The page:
I wasn’t there, but I will always be there. I was eleven years old when four commercial airplanes were hijacked on the morning of September 11, 2001. Turned into weapons of mass murder, two hit the twin towers of the World Trade Center in Manhattan, one was steered into the Pentagon in Washington, DC, and the final plane, who’s target may have been the U.S. Capitol building, was brought down by passengers in a field in rural Pennsylvania. More than 3,000 people were killed and many thousands more were injured.
Living three time zones away, I didn’t see the destruction live, as many did, but I saw replays over and over again that day and for many weeks afterward. I can close my eyes and see smoke pouring out of a gaping wound in the South Tower, the North Tower crumbling under its own weight as a cloud of dust obscured its collapse, a man plunging headfirst from a burning skyscraper. September 11 was a day of tragedy on a scale I still struggle to comprehend — and a stark dividing line separating the world that existed up to that morning from the dark days that followed.
For those of us who were children on the day of the attack, but still old enough to remember it, the shadow cast by 9/11 is long. It is a part of our collective cultural memory, a moment when the innocence of childhood was pulled out from under us and the horrors of the world were laid bare. I once read that world events which occur in early adolescence have a profound effect on the development of our values, beliefs, and political opinions. I can’t find that article now, but I believe its central argument holds up. My worldview was strongly shaped by that day and by the events which followed: the War on Terror, the era of “See Something, Say Something” paranoia, the rise of the surveillance state, and the unraveling of our country’s civic fabric.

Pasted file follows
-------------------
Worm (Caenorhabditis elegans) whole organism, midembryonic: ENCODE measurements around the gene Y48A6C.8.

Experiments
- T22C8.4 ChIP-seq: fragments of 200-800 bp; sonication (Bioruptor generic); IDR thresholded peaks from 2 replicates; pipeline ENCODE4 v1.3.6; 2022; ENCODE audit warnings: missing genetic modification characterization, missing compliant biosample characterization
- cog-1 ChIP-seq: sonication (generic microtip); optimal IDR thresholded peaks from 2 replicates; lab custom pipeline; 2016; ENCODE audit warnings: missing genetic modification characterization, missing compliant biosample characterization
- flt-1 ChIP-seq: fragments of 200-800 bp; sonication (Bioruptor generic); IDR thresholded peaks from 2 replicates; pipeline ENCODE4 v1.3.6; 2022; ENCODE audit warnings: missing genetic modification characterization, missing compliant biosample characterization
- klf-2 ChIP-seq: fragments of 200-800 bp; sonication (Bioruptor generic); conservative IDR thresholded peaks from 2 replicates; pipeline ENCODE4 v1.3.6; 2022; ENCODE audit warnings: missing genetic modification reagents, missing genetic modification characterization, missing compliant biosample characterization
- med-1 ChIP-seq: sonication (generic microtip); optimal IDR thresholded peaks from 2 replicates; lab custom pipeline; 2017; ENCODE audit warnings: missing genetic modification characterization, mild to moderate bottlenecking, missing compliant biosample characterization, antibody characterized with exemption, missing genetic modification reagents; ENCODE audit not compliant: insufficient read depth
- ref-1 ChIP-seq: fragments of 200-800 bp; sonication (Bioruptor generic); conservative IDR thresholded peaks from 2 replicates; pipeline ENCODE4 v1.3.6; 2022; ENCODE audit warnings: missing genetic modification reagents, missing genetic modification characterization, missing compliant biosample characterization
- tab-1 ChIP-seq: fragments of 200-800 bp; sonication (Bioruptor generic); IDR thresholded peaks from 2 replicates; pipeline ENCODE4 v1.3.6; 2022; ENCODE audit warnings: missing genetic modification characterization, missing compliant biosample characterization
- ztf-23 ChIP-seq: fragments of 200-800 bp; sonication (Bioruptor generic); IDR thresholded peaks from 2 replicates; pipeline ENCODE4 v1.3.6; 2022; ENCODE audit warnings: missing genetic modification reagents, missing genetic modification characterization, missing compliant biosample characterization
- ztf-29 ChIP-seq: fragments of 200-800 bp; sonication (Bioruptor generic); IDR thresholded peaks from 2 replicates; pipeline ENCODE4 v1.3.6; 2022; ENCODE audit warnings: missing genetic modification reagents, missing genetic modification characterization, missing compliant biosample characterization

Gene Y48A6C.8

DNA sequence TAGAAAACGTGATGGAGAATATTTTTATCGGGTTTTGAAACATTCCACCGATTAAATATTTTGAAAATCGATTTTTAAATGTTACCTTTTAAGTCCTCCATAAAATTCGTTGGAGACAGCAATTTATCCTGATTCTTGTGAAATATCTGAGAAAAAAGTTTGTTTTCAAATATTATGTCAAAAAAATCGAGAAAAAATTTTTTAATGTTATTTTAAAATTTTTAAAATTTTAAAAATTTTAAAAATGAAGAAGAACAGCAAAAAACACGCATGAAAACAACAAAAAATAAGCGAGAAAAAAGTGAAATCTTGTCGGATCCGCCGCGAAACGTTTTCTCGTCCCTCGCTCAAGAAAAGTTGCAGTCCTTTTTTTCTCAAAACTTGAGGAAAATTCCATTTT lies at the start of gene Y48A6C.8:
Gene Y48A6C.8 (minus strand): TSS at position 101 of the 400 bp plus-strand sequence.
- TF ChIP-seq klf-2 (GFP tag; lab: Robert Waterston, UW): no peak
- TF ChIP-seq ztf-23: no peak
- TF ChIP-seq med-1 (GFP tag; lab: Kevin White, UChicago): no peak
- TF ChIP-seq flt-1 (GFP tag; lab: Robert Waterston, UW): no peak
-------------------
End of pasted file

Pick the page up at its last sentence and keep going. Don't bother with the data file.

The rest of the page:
I was a different person after September 11, 2001. We are all different now, moulded by a shared national trauma. Consumed by grief and anger, we inflicted lasting harm on ourselves and the world. Not all of it was intentional and perhaps it could not have been avoided, but the impact of this single day of terror continues to reverberate not only across America, but also in places like Iraq and Afghanistan, caught in the crosshairs of our retribution. I don’t know where that leaves us, but I know it did not bring back those who were lost that day.
The September 11 attacks will probably always define our generation, much as the Kennedy assassination or the Moon landing are forever tied to our parents’ coming of age. I don’t know what that legacy will ultimately be. Twenty years later, the dust is still settling. But I do hope it can spur us to honor the memories of those who died, support those living with the physical and emotional scars of the attack and its aftermath, and work to create a more peaceful world where this cycle of violence is broken once and for all.